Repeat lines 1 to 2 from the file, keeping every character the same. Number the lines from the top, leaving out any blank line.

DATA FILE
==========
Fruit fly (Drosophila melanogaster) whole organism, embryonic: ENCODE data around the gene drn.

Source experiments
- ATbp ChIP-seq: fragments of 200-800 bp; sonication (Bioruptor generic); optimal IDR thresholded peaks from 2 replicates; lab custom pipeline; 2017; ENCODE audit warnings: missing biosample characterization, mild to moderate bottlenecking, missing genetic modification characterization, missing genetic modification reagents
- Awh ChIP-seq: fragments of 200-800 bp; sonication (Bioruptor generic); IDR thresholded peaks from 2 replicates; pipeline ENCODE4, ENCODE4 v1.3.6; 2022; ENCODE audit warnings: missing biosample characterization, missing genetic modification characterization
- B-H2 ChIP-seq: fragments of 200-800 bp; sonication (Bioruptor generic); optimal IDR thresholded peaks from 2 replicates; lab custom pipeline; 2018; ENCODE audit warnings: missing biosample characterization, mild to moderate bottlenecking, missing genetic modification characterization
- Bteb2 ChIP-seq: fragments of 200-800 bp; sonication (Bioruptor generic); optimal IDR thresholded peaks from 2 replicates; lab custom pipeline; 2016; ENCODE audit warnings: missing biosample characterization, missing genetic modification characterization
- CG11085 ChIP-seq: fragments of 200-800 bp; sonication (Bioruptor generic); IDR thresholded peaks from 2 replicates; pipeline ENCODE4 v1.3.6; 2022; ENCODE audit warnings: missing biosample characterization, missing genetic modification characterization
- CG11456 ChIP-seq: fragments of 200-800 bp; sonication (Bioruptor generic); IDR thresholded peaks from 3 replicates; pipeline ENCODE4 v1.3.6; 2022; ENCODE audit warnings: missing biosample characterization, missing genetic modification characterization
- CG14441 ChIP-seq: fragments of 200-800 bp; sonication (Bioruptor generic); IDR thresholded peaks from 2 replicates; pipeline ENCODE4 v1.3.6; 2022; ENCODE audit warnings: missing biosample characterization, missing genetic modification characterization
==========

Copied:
Fruit fly (Drosophila melanogaster) whole organism, embryonic: ENCODE data around the gene drn.

Source experiments